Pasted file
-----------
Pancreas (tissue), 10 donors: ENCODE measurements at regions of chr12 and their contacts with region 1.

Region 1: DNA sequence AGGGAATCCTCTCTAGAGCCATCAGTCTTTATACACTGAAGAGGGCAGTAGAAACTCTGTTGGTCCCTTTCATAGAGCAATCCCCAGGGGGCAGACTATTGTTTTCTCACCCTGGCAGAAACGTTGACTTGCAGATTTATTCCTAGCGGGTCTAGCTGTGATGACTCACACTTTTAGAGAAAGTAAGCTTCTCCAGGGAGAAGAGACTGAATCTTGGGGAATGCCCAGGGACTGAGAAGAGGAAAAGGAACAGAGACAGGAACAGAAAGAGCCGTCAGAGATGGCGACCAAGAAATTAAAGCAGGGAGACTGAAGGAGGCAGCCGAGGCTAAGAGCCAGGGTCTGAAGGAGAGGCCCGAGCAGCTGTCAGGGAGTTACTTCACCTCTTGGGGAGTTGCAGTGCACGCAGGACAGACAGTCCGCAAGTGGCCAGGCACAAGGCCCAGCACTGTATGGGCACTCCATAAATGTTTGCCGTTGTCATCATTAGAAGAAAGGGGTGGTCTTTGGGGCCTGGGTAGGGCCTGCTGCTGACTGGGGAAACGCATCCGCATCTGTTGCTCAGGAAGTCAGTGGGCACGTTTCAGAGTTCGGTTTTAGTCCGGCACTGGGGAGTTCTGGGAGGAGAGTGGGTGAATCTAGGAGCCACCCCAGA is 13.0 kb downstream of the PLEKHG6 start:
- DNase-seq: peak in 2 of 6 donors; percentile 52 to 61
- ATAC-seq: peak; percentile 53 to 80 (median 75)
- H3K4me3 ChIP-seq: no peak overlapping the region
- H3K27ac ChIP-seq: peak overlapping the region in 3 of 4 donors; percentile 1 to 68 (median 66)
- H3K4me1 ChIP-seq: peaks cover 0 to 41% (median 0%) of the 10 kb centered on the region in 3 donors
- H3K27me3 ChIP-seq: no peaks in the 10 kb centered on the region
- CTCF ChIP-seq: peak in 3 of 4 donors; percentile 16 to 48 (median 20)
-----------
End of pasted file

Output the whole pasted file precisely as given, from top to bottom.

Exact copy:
Pancreas (tissue), 10 donors: ENCODE measurements at regions of chr12 and their contacts with region 1.

Region 1: DNA sequence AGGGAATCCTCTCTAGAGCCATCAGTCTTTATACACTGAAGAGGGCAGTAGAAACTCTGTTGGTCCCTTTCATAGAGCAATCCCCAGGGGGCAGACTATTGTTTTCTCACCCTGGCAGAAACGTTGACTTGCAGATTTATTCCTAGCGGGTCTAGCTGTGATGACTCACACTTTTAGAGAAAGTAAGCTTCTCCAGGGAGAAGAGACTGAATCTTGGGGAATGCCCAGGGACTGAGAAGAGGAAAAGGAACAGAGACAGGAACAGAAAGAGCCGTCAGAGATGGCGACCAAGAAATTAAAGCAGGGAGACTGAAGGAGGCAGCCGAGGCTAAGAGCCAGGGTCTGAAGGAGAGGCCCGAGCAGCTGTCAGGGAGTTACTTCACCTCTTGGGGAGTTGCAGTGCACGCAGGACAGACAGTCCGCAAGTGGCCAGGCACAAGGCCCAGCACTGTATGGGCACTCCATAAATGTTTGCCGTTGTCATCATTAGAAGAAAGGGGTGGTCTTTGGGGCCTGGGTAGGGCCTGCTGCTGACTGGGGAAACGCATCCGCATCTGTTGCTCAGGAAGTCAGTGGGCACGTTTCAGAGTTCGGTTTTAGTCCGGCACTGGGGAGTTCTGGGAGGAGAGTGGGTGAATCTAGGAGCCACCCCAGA is 13.0 kb downstream of the PLEKHG6 start:
- DNase-seq: peak in 2 of 6 donors; percentile 52 to 61
- ATAC-seq: peak; percentile 53 to 80 (median 75)
- H3K4me3 ChIP-seq: no peak overlapping the region
- H3K27ac ChIP-seq: peak overlapping the region in 3 of 4 donors; percentile 1 to 68 (median 66)
- H3K4me1 ChIP-seq: peaks cover 0 to 41% (median 0%) of the 10 kb centered on the region in 3 donors
- H3K27me3 ChIP-seq: no peaks in the 10 kb centered on the region
- CTCF ChIP-seq: peak in 3 of 4 donors; percentile 16 to 48 (median 20)